Jat quota protests: Missteps by Khattar government fuelled violence
When the Jats took to the streets to press their longstanding demand for reservation, the Khattar government failed to find the straws in the wind and realise the gravity of his first major political challenge.Haryana Jat Quota Updated: Feb 21, 2016 11:46 IST
Haryana chief minister Manohar Lal Khattar travelled to China and Japan and has been crisscrossing the country to tout his state as an “ideal and peaceful” investment destination.
Promoting the state with the “Happening Haryana” tagline, Khattar, whose first year in power was lacklustre, had finally started to show the first signs of being in control with no major controversy in the new year.
But, as noted, these were just the ‘first’ signs.
GOVT LACKED SURE-FOOTEDNESS
When the Jats took to the streets to press their longstanding demand for reservation in jobs and education, the Khattar government failed to find the straws in the wind and realise the gravity of his first major political challenge. The brass, both administrative and political, first took time to react to a fast-developing situation and then responded in the now-familiar lumbering manner. Sure-footedness expected from the government was clearly missing.
Before the authorities could grasp the situation, the agitation that started from Rohtak and some adjoining areas with small groups of Jats squatting on roads and railway tracks had escalated and spread to the entire Jat heartland. The leadership did not show the requisite political will and gave confusing signals, and no effective back-channel negotiations were initiated. The ruling party’s Jat leaders such as Birender Singh, Capt Abhimanyu and Om Prakash Dhankar, who never cloaked their political ambitions, either lay low or tried to punch above their weight and failed.
The offer to double the economically backward quota, which the agitators rejected instantly, too revealed that the CM’s camp lacked political rigour and manoeuvring talent. And the fact that there is no one clear leader who is in command of the violent state-wide stir has only added to the troubles of the government. The administration, according to a top bureaucrat, is not sure of who to talk to in the disparate groups of protesters.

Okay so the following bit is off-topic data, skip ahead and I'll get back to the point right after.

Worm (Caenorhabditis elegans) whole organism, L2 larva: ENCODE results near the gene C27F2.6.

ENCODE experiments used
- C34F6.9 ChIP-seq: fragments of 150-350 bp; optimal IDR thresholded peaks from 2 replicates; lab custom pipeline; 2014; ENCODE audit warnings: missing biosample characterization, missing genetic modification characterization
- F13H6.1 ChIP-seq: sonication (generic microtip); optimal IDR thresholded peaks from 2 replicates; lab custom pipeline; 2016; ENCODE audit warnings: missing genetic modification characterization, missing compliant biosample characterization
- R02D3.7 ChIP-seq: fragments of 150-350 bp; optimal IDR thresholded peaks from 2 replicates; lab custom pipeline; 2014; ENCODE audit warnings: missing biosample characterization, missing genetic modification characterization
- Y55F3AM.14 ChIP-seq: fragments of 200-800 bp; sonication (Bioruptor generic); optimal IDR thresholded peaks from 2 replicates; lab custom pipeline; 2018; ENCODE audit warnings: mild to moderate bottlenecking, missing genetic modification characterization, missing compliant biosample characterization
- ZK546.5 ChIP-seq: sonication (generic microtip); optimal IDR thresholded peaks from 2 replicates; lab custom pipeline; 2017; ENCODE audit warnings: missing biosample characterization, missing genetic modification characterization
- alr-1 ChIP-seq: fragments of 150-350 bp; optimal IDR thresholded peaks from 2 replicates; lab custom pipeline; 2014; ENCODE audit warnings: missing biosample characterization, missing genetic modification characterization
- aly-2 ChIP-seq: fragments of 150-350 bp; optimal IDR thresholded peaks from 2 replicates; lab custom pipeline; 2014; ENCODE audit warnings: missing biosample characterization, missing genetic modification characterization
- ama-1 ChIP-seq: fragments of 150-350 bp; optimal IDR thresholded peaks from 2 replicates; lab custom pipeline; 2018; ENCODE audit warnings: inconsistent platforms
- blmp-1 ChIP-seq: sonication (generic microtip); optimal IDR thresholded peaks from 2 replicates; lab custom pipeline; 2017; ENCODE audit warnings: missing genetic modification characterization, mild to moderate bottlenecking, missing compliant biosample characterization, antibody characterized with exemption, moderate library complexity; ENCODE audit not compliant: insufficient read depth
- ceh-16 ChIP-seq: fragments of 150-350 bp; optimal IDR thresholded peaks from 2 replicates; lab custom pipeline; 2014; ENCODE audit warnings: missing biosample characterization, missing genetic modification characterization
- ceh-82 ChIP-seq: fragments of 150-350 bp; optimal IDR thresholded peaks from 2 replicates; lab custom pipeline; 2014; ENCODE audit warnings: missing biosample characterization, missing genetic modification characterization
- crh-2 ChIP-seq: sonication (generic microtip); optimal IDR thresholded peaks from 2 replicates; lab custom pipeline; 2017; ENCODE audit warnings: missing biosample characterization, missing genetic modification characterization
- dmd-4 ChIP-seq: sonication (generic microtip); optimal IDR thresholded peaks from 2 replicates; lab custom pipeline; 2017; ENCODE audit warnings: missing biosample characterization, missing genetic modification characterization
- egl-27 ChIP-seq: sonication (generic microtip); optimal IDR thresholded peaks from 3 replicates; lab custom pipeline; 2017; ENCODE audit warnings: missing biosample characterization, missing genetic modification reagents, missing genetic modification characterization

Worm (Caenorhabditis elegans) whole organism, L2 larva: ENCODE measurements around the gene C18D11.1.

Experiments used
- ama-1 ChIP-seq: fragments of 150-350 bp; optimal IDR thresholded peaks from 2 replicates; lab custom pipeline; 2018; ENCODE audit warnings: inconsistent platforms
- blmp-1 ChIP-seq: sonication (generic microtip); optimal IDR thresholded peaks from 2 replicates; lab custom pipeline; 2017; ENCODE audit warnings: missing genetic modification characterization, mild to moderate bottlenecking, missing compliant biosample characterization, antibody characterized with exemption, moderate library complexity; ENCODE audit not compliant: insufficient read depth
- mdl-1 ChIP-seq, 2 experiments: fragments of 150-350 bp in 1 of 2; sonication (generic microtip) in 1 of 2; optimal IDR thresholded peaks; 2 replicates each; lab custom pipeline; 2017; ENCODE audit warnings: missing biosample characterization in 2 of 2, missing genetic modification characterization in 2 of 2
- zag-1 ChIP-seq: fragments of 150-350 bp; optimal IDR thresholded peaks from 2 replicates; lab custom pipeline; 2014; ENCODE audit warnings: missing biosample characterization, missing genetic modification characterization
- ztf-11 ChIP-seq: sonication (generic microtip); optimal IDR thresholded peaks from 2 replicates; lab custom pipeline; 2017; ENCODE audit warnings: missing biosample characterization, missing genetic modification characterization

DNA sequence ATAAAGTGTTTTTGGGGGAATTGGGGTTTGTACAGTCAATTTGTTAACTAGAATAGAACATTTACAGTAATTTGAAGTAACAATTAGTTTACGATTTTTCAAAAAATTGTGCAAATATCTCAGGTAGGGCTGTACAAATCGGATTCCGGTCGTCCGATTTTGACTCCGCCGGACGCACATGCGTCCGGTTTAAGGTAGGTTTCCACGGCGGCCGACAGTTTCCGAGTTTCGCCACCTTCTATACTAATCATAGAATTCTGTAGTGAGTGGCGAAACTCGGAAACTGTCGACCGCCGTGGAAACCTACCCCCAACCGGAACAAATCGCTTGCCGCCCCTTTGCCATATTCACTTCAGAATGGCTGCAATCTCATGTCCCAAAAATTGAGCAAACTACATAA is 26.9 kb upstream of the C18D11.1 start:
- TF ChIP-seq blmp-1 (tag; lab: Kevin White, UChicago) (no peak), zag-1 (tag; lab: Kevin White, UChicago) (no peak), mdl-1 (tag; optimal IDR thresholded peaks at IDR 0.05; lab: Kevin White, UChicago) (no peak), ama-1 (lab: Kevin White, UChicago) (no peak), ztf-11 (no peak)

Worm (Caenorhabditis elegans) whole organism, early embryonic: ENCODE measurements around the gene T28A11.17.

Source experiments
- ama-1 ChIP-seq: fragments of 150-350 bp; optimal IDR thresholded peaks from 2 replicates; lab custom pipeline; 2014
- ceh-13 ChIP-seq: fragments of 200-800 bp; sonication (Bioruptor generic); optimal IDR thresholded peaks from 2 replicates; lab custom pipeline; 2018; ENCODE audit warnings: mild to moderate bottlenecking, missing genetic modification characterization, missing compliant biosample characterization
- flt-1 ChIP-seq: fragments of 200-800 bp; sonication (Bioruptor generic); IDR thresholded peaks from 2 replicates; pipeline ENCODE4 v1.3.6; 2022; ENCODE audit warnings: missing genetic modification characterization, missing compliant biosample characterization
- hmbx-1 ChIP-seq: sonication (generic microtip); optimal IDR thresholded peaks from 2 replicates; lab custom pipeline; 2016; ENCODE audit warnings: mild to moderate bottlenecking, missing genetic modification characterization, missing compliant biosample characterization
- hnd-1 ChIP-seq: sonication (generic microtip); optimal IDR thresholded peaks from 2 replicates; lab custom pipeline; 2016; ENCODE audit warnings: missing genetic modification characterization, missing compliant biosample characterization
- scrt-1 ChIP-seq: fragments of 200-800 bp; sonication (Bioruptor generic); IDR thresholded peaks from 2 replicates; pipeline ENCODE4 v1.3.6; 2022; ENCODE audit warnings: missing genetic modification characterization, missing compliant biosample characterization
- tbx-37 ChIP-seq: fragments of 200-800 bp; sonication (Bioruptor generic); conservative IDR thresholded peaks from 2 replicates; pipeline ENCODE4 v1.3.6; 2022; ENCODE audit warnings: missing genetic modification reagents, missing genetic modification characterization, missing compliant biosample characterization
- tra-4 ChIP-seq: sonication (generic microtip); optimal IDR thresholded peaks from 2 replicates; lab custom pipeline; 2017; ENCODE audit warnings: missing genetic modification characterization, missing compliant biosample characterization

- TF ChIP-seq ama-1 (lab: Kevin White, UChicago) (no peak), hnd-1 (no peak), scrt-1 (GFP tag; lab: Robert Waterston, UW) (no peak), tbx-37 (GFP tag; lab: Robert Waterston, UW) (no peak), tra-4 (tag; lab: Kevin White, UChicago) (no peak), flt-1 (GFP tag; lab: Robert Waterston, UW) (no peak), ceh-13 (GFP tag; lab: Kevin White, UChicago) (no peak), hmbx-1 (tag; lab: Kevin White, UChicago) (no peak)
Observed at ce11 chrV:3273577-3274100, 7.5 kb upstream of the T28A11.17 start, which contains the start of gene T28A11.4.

“The leadership cannot absolve itself of responsibility for the current situation. It is a prisoner of indecision and cannot escape the blame for doublespeak of its leaders on quota,” a political science teacher said requesting anonymity.
The result: The happenings of the week gone by are not just threatening to upset its plans to market Haryana as the most suitable investment destination, but also sharpened caste fault lines.
PAMPERED FOR LONG, JATS RESTLESS
Though opinion is sharply divided on granting quota to the dominant caste, Jats, an affluent community with considerable political clout traditionally, have been restless since the BJP came to power in the state for the first time with strong support from non-Jats, riding a Modi wave in October 2014. Khattar, a first-time MLA from the Punjabi community, was appointed as chief minister — the first non-Jat CM in almost two decades.
Pampered for long, Jats — especially those in Rohtak district, the epicentre of the ongoing protests — saw power and perks such as political clout, powerful positions and government-funded projects slipping out of their hands. The current CM’s assembly constituency of Karnal was said to be the new favourite. Though the government made swift payment of compensation for crop failure last year, there is widespread feeling that under the present government, the community does not have the sway it once commanded.
Another misstep of the BJP was to let Kurukshetra MP Raj Kumar Saini, who has been vehemently opposing Jat quota and heaping scorn on the community, continue his provocative statements. Saini’s egregious behaviour has been blamed by several leaders, including a former CM, for the current crisis. The party also failed to take any confidence-building measures.
“The paradox in the Jat community is that a microscopic minority has an economic edge whereas a large section, mostly marginal farmers, is facing pauperisation due to shrinking land holdings and constant failure of crops. And, those who are agitating may not be beneficiaries of reservation, if and when it is granted,” says former dean, social sciences, Kuruksehtra University, prof (retired) Ranbir Singh.